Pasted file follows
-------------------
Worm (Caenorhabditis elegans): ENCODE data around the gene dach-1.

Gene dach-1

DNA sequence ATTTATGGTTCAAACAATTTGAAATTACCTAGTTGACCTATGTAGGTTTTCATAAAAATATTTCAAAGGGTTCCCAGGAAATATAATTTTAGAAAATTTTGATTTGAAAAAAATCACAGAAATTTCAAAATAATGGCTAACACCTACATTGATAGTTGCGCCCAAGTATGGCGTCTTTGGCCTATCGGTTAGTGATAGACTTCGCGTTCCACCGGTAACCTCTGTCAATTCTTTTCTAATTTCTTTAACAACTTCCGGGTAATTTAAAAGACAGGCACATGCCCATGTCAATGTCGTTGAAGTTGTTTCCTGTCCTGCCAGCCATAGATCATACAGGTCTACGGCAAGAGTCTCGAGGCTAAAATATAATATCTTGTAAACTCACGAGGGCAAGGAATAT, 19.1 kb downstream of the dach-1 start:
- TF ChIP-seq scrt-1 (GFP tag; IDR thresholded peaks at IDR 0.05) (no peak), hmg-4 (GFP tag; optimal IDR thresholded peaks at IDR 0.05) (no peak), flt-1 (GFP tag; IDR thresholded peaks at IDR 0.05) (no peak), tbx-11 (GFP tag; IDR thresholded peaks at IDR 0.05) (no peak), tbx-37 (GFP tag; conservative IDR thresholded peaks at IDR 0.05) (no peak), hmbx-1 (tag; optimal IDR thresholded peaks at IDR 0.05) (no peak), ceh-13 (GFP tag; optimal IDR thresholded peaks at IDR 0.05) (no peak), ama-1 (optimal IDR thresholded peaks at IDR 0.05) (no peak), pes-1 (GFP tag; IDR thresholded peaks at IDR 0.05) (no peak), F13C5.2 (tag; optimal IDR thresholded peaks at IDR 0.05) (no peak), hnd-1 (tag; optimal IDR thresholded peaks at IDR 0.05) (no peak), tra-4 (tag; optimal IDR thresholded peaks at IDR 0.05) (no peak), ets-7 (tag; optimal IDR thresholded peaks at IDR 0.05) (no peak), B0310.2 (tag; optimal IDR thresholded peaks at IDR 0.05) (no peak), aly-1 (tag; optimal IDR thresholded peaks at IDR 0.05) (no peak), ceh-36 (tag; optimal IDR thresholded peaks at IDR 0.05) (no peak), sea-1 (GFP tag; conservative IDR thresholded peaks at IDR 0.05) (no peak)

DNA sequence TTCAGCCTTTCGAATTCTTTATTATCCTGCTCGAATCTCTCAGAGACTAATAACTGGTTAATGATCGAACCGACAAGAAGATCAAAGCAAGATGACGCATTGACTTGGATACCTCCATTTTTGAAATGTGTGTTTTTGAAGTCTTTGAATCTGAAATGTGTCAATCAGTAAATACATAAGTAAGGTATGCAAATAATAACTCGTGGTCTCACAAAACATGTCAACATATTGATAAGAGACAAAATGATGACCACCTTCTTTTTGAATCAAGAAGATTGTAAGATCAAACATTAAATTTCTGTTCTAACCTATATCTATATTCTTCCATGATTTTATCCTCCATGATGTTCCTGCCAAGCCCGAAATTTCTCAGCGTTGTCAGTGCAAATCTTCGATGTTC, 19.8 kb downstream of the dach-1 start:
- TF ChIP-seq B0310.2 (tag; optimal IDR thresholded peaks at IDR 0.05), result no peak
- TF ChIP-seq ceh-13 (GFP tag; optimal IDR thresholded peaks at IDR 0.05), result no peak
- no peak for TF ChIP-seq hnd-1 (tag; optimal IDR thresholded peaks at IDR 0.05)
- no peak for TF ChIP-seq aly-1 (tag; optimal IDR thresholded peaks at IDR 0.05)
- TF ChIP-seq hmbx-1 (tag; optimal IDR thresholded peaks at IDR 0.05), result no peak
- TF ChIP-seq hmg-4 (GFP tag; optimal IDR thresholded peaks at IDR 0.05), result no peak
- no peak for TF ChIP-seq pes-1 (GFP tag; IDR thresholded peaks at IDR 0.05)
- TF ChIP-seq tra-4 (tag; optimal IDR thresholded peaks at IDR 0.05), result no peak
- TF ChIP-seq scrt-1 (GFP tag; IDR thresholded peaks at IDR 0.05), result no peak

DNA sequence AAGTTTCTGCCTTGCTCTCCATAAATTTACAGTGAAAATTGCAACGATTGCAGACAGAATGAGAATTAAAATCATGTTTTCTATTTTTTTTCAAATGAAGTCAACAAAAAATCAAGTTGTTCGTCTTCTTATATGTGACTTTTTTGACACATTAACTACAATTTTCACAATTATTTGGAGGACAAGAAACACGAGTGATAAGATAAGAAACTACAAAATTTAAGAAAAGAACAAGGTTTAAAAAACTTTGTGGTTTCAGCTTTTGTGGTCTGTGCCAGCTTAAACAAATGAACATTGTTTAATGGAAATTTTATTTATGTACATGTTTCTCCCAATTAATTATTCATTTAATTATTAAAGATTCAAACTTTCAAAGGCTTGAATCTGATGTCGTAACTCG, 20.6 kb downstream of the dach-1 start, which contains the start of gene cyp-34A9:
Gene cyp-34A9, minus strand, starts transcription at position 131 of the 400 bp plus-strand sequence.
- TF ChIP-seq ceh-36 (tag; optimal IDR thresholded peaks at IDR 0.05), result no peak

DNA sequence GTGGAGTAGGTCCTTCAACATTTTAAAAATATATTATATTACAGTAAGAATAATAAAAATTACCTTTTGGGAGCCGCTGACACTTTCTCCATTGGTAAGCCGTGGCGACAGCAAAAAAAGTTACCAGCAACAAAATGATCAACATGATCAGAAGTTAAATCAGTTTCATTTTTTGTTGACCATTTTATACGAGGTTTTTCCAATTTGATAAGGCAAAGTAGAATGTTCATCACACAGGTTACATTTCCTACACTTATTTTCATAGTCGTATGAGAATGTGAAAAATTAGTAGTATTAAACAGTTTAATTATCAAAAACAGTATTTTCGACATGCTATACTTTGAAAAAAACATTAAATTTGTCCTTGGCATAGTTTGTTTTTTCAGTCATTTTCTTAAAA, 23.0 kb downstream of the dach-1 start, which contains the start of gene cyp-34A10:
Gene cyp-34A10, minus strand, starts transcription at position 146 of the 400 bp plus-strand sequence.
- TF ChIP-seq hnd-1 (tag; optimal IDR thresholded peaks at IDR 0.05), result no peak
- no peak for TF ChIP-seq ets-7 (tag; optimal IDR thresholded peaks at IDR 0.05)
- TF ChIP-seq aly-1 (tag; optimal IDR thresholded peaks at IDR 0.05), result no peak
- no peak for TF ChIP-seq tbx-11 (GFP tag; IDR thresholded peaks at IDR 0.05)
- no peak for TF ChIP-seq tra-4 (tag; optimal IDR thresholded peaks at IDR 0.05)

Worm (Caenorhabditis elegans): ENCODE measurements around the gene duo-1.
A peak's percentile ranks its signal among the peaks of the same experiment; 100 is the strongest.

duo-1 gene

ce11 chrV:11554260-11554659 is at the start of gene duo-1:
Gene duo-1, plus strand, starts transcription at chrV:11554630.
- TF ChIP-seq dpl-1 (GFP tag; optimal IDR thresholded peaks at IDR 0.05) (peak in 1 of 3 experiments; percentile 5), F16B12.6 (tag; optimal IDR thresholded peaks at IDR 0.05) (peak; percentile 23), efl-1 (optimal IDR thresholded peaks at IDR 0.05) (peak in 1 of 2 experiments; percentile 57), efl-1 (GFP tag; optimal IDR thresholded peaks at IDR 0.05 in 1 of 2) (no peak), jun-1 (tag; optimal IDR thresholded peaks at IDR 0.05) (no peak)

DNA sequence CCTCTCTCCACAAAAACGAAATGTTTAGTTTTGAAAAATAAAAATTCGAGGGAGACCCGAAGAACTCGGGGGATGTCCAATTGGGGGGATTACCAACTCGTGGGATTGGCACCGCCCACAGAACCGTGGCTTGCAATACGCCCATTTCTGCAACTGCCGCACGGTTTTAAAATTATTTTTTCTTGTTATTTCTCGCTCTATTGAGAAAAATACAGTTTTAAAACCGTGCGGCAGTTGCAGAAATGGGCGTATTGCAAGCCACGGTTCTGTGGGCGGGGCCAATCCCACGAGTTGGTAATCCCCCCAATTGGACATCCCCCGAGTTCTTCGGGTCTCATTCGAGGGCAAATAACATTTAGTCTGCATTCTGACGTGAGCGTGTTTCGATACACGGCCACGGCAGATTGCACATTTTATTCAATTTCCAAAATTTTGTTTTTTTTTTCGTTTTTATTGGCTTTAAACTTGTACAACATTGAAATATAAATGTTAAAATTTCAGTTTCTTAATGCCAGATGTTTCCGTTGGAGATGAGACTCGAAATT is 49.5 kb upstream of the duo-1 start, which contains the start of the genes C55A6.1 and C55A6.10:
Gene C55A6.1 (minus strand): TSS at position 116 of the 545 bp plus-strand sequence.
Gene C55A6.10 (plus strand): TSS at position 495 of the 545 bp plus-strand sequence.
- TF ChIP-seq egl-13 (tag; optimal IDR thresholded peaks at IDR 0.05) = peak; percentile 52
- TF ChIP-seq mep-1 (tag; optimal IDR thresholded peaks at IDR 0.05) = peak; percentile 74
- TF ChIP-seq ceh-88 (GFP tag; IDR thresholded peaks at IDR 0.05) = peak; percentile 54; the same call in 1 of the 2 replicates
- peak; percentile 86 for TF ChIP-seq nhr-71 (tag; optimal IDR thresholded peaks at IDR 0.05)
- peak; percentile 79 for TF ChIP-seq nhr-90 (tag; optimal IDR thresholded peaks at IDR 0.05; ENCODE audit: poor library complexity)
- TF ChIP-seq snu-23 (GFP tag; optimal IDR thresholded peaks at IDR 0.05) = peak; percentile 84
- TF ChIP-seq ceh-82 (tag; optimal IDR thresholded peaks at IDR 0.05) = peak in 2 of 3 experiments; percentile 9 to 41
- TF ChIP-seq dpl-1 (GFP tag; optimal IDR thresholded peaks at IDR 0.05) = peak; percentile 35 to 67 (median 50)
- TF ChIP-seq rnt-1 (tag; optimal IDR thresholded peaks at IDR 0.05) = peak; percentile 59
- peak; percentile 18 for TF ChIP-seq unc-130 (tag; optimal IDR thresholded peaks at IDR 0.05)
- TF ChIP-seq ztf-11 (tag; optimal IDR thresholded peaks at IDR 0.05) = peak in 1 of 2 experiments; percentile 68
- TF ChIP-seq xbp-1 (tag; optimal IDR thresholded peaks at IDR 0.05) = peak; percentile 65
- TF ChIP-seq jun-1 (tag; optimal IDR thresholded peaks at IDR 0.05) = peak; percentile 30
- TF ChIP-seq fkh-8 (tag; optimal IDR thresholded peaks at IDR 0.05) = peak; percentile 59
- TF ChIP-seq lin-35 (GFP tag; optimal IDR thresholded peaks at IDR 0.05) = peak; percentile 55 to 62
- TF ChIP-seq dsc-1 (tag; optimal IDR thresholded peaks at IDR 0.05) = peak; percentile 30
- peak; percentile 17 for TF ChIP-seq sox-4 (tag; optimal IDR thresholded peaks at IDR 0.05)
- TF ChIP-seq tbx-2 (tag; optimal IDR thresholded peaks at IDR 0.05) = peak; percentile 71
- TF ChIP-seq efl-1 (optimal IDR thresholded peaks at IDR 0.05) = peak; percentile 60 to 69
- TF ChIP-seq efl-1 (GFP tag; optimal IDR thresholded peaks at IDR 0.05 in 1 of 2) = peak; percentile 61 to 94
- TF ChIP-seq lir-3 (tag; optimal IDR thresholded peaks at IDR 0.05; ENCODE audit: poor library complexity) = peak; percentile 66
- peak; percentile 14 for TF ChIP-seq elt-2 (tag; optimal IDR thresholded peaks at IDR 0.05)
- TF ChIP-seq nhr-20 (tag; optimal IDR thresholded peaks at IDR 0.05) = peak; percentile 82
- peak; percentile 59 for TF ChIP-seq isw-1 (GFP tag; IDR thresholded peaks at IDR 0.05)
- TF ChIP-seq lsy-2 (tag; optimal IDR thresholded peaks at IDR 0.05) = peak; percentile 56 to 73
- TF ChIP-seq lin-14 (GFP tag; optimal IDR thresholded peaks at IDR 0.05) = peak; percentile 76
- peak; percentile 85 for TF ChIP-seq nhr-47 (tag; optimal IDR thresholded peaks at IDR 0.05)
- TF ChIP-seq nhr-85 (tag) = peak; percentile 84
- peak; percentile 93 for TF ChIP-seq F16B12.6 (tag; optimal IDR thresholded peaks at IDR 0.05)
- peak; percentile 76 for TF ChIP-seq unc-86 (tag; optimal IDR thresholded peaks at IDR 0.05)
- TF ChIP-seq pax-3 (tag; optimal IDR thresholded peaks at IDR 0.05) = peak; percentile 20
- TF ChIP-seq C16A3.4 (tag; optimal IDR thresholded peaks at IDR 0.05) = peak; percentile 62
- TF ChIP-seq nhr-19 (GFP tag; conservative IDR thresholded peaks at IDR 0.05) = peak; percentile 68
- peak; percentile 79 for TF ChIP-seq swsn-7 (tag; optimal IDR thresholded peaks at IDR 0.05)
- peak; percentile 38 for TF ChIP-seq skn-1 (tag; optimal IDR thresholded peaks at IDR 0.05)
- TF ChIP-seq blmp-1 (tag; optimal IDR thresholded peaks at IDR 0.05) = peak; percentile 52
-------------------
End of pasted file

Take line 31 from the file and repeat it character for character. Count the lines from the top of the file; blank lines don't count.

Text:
DNA sequence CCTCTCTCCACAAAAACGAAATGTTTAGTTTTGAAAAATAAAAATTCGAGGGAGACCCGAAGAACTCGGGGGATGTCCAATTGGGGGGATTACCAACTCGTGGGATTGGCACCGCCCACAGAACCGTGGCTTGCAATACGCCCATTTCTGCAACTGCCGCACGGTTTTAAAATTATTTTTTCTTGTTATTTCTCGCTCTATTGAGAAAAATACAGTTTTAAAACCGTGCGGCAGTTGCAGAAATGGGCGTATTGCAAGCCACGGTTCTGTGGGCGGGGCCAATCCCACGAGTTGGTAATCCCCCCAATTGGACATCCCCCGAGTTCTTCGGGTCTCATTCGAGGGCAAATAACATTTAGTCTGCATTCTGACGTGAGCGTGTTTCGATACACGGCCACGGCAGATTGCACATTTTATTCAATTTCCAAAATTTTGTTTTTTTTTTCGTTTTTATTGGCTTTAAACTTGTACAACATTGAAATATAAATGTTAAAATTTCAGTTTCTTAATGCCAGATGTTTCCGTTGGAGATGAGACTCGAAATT is 49.5 kb upstream of the duo-1 start, which contains the start of the genes C55A6.1 and C55A6.10: